We granted certiorari, 577 U.S. ––––, 136 S.Ct. 890, 193 L.Ed.2d 783 (2016)

, to resolve disagreement in the lower courts about how to address an application for attorney's fees in a copyright case.1

IISection 505

states that a district court "may ... award a reasonable attorney's fee to the prevailing party." It thus authorizes fee-shifting, but without specifying standards that courts should adopt, or guideposts they should use, in determining when such awards are appropriate.

In Fogerty v. Fantasy, Inc., 510 U.S. 517, 114 S.Ct. 1023, 127 L.Ed.2d 455 (1994)

, this Court recognized the broad leeway § 505 gives to district courts—but also established several principles and criteria to guide their decisions. See id., at 519, 114 S.Ct. 1023 (asking "what standards should inform" the exercise of the trial court's authority). The statutory language, we stated, "clearly connotes discretion," and eschews any "precise rule or formula" for awarding fees. Id., at 533, 534, 114 S.Ct. 1023. Still, we established a pair of restrictions. First, a district court may not "award[ ] attorney's fees as a matter of course"; rather, a court must make a more particularized, case-by-case assessment. Id., at 533, 114 S.Ct. 1023. Second, a court may not treat prevailing plaintiffs and prevailing defendants any differently; defendants should be "encouraged to litigate [meritorious copyright defenses] to the same extent that plaintiffs are encouraged to litigate meritorious claims of infringement." Id., at 527, 114 S.Ct. 1023. In addition, we noted with approval "several nonexclusive factors" to inform a court's fee-shifting decisions: "frivolousness, motivation, objective unreasonableness[,] and the need in particular circumstances to advance considerations of compensation and deterrence." Id., at 534, n. 19, 114 S.Ct. 1023. And we left open the possibility of providing further guidance in the future, in response to (and grounded on) lower courts' evolving experience. See id., at 534–535, 114 S.Ct. 1023 ; Martin v. Franklin Capital Corp., 546 U.S. 132, 140, n., 126 S.Ct. 704, 163 L.Ed.2d 547 (2005) (noting that Fogerty was not intended to be the end of the matter).

The parties here, though sharing some common ground, now dispute what else we should say to district courts. Both Kirtsaeng and Wiley agree—as they must—that § 505

grants courts wide latitude to award attorney's fees based on the totality of circumstances in a case. See Brief for Petitioner 17; Brief for Respondent 35. Yet both reject the position, taken by some Courts of Appeals, see supra, at 1984, n. 1, that Fogerty spelled out the only appropriate limits on judicial discretion—in other words, that each district court should otherwise proceed as it sees fit, assigning whatever weight to whatever factors it chooses. Rather, Kirtsaeng and Wiley both call, in almost identical language, for "[c]hanneling district court discretion towards the purposes of the Copyright Act." Brief for Petitioner 16; see Brief for Respondent 21 ("[A]n appellate court [should] channel a district court's discretion so that it ... further[s] the goals of the Copyright Act"). (And indeed, as discussed later, both describe those purposes identically. See infra, at 1986.) But at that point, the two part ways. Wiley argues that giving substantial weight to the reasonableness of a losing party's position will best serve the Act's objectives. See Brief for Respondent 24–35. By contrast, Kirtsaeng favors giving special consideration to whether a lawsuit resolved an important and close legal issue and thus "meaningfully clarifie[d]" copyright law. Brief for Petitioner 36; see id., at 41–44.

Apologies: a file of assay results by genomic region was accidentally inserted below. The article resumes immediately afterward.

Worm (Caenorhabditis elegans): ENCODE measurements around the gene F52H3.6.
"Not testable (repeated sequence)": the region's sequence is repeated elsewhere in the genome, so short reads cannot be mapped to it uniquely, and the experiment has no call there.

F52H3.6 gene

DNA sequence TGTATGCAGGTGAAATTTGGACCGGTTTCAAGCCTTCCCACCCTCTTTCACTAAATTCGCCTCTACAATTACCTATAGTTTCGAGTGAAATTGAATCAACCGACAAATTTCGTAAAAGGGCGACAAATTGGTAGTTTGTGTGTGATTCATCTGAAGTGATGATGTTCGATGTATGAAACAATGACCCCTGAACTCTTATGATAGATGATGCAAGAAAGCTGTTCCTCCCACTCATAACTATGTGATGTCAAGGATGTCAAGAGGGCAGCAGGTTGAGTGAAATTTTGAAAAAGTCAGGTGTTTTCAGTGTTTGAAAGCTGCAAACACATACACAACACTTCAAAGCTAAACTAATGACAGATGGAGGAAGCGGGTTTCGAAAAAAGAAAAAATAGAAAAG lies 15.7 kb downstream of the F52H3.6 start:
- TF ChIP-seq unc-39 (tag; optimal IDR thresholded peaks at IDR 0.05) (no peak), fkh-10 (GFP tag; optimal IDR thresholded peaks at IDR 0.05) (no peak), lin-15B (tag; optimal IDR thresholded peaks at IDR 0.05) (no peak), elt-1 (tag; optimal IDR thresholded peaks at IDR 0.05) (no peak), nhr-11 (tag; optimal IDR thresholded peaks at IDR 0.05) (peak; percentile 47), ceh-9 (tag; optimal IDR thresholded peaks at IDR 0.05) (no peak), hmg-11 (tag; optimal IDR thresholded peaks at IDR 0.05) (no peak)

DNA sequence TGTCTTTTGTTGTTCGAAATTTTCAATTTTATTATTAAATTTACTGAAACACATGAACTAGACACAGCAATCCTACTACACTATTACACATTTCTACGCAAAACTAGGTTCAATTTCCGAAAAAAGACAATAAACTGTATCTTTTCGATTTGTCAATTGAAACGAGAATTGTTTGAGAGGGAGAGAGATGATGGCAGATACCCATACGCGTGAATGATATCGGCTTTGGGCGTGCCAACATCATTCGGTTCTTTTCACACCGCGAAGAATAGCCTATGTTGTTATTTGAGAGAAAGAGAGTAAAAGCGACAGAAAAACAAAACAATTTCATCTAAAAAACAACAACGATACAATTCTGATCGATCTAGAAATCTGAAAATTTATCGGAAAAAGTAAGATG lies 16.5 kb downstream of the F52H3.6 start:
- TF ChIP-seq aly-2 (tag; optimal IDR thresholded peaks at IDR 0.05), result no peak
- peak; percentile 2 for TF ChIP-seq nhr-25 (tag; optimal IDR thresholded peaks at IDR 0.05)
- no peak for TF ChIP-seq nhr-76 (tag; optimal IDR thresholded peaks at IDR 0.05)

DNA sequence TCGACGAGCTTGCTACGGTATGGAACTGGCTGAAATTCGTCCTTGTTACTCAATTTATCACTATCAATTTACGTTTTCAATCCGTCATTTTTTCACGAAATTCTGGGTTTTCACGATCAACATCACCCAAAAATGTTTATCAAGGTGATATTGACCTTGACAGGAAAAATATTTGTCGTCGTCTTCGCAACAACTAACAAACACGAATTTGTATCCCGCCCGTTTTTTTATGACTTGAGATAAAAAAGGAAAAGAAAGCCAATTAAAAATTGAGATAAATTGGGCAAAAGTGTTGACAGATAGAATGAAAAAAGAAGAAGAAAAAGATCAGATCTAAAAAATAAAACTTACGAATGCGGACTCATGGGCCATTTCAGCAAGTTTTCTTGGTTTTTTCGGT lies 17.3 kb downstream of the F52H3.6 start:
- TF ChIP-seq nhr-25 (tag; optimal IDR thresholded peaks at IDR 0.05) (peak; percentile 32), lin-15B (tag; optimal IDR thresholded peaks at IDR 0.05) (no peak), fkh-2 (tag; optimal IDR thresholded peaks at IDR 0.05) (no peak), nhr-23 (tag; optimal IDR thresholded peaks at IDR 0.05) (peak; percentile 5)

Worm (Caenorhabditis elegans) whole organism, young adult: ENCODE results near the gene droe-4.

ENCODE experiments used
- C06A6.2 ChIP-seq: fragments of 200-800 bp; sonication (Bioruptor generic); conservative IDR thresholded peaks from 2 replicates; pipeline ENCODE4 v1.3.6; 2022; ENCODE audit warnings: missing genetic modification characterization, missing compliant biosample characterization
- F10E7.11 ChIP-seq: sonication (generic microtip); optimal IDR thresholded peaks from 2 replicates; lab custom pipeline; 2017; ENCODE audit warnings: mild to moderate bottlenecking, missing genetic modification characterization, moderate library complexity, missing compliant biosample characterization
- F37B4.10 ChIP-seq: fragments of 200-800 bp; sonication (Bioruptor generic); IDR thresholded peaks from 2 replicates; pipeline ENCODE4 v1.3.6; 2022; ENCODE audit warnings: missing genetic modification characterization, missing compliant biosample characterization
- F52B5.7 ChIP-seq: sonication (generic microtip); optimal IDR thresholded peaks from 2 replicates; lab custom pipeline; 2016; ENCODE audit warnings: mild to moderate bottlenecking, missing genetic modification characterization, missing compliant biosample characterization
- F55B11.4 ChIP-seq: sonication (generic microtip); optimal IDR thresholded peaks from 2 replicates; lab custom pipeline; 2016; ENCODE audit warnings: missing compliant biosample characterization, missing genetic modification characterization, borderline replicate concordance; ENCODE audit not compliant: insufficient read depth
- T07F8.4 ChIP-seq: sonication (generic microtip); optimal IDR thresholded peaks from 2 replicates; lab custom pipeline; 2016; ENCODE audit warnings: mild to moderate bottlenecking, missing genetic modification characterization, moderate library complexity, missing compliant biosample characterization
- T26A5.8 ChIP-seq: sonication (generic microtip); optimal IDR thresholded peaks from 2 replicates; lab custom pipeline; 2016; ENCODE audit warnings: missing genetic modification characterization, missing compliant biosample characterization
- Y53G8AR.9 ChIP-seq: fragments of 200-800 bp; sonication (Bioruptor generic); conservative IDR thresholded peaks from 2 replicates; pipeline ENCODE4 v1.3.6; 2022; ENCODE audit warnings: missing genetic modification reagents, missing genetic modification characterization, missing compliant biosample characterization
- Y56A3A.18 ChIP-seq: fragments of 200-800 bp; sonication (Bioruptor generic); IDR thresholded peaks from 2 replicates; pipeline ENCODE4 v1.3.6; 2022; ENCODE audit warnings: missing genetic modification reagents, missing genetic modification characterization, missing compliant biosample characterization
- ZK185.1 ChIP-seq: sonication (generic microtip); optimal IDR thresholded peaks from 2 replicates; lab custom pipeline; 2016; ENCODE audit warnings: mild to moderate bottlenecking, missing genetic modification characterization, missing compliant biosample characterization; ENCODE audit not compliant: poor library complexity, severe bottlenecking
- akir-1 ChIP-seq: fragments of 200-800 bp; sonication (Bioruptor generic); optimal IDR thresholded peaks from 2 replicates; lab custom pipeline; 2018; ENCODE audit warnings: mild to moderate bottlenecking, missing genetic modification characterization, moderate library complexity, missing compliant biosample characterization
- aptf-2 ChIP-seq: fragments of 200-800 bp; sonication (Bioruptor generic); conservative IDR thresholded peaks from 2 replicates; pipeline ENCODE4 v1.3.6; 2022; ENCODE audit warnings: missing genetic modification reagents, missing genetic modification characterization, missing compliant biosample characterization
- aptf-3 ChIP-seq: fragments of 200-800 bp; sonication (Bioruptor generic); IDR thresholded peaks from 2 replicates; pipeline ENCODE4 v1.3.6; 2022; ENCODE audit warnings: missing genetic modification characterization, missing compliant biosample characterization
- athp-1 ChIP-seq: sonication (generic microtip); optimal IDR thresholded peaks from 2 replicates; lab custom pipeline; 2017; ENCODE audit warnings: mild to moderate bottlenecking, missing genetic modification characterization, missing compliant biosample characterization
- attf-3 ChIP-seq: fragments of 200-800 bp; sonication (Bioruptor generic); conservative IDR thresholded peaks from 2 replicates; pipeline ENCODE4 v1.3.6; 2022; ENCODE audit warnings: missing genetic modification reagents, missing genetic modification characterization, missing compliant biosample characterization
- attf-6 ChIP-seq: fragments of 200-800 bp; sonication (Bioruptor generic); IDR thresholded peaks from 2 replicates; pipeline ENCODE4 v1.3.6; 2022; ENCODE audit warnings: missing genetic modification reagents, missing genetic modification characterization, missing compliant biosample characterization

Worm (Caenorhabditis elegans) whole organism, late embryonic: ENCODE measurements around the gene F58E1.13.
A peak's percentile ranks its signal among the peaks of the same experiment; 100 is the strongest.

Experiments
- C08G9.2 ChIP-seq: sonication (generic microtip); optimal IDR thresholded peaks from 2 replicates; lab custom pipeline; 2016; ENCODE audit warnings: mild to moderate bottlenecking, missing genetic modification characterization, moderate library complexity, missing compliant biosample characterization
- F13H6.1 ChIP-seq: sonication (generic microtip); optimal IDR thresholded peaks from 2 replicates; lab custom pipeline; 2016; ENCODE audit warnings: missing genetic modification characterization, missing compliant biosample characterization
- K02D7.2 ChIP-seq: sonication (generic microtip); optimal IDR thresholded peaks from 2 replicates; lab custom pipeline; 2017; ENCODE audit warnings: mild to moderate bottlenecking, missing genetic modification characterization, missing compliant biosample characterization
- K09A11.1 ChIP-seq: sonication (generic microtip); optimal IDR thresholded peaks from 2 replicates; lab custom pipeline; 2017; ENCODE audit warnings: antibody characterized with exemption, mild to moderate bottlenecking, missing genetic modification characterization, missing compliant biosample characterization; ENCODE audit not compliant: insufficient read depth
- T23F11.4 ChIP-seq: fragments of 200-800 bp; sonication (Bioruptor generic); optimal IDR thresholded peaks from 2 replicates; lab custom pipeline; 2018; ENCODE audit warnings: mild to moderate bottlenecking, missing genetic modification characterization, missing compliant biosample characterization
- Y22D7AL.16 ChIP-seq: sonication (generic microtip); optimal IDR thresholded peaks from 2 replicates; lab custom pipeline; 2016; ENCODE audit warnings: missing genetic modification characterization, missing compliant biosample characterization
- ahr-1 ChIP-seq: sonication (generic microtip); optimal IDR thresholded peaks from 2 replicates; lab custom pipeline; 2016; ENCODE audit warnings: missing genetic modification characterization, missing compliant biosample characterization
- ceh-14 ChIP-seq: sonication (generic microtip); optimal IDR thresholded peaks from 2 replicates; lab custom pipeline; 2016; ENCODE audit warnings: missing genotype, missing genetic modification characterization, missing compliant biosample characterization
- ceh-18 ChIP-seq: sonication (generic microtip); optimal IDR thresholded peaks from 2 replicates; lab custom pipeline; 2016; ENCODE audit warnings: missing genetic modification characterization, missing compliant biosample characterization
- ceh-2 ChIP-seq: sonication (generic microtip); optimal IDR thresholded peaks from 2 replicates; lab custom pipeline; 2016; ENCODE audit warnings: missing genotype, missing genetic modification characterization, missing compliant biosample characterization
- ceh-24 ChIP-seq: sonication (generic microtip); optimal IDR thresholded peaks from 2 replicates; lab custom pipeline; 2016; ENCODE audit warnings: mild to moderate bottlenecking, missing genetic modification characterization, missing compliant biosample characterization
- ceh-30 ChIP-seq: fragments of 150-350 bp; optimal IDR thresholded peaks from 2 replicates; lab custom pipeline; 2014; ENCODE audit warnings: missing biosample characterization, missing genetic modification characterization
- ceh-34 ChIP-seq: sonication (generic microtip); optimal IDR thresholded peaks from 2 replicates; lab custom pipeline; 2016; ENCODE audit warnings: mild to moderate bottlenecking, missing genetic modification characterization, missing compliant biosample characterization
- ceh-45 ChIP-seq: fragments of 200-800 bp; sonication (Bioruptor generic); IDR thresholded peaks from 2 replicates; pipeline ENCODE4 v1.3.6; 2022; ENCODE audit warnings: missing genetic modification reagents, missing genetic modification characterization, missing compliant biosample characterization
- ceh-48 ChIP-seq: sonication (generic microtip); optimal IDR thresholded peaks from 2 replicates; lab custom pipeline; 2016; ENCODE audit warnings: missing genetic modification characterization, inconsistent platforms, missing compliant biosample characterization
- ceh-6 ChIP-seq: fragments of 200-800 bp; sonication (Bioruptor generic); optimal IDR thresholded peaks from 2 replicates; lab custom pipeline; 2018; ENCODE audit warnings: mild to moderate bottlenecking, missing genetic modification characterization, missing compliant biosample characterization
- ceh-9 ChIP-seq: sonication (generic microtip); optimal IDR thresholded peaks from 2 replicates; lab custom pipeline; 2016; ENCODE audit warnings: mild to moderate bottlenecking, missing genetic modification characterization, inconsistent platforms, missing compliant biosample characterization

We join both parties in seeing a need for some additional guidance respecting the application of § 505

. In addressing other open-ended fee-shifting statutes, this Court has emphasized that "in a system of laws discretion is rarely without limits." Flight Attendants v. Zipes, 491 U.S. 754, 758, 109 S.Ct. 2732, 105 L.Ed.2d 639 (1989) ; see Halo Electronics, Inc. v. Pulse Electronics, Inc., ––– U.S. ––––, ––––, 136 S.Ct. 1923, 1931, ––– L.Ed.2d ––––, 2016 WL 3221515 (2016)

ante, at 8. Without governing standards or principles, such provisions threaten to condone judicial "whim" or predilection. Martin, 546 U.S., at 139, 126 S.Ct. 704 ; see also ibid. ("[A] motion to [a court's] discretion is a motion, not to its inclination, but to its judgment; and its judgment is to be guided by sound legal principles" (quoting United States v. Burr, 25 F.Cas. 30, 35 (No. 14,692d) (C.C.Va.1807) (Marshall, C. J.))). At the least, utterly freewheeling inquiries often deprive litigants of "the basic principle of justice that like cases should be decided alike," Martin, 546 U.S., at 139, 126 S.Ct. 704 —as when, for example, one judge thinks the parties' "motivation [s]" determinative and another believes the need for "compensation" trumps all else, Foge...